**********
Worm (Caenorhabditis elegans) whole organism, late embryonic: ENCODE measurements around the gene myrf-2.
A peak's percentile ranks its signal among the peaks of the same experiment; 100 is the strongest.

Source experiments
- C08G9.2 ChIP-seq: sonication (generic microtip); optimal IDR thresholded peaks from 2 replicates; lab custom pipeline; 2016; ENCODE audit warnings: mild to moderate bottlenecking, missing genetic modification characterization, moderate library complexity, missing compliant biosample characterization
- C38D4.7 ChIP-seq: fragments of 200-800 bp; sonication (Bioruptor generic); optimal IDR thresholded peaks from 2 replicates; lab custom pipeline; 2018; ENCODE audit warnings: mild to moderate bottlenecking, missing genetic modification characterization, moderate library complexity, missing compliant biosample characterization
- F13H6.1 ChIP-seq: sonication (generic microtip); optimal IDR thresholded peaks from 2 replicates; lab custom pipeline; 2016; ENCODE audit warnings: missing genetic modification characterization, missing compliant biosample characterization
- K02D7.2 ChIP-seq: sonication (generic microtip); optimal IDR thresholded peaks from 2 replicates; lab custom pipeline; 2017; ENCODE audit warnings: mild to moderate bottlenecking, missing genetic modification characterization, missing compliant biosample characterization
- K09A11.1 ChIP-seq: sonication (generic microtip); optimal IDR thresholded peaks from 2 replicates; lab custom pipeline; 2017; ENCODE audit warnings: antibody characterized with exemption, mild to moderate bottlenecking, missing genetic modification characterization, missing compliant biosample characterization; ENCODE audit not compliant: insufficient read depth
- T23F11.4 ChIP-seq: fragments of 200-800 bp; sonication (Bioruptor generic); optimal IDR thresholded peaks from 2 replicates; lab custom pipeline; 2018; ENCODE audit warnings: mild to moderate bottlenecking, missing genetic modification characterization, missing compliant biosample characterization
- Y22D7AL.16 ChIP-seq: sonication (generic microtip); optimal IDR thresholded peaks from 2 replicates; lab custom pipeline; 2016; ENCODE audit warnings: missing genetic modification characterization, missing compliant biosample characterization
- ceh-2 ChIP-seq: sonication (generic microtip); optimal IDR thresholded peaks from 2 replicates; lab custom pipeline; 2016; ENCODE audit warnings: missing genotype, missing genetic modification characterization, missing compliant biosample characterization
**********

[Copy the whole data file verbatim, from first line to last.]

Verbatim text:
Worm (Caenorhabditis elegans) whole organism, late embryonic: ENCODE measurements around the gene myrf-2.
A peak's percentile ranks its signal among the peaks of the same experiment; 100 is the strongest.

Source experiments
- C08G9.2 ChIP-seq: sonication (generic microtip); optimal IDR thresholded peaks from 2 replicates; lab custom pipeline; 2016; ENCODE audit warnings: mild to moderate bottlenecking, missing genetic modification characterization, moderate library complexity, missing compliant biosample characterization
- C38D4.7 ChIP-seq: fragments of 200-800 bp; sonication (Bioruptor generic); optimal IDR thresholded peaks from 2 replicates; lab custom pipeline; 2018; ENCODE audit warnings: mild to moderate bottlenecking, missing genetic modification characterization, moderate library complexity, missing compliant biosample characterization
- F13H6.1 ChIP-seq: sonication (generic microtip); optimal IDR thresholded peaks from 2 replicates; lab custom pipeline; 2016; ENCODE audit warnings: missing genetic modification characterization, missing compliant biosample characterization
- K02D7.2 ChIP-seq: sonication (generic microtip); optimal IDR thresholded peaks from 2 replicates; lab custom pipeline; 2017; ENCODE audit warnings: mild to moderate bottlenecking, missing genetic modification characterization, missing compliant biosample characterization
- K09A11.1 ChIP-seq: sonication (generic microtip); optimal IDR thresholded peaks from 2 replicates; lab custom pipeline; 2017; ENCODE audit warnings: antibody characterized with exemption, mild to moderate bottlenecking, missing genetic modification characterization, missing compliant biosample characterization; ENCODE audit not compliant: insufficient read depth
- T23F11.4 ChIP-seq: fragments of 200-800 bp; sonication (Bioruptor generic); optimal IDR thresholded peaks from 2 replicates; lab custom pipeline; 2018; ENCODE audit warnings: mild to moderate bottlenecking, missing genetic modification characterization, missing compliant biosample characterization
- Y22D7AL.16 ChIP-seq: sonication (generic microtip); optimal IDR thresholded peaks from 2 replicates; lab custom pipeline; 2016; ENCODE audit warnings: missing genetic modification characterization, missing compliant biosample characterization
- ceh-2 ChIP-seq: sonication (generic microtip); optimal IDR thresholded peaks from 2 replicates; lab custom pipeline; 2016; ENCODE audit warnings: missing genotype, missing genetic modification characterization, missing compliant biosample characterization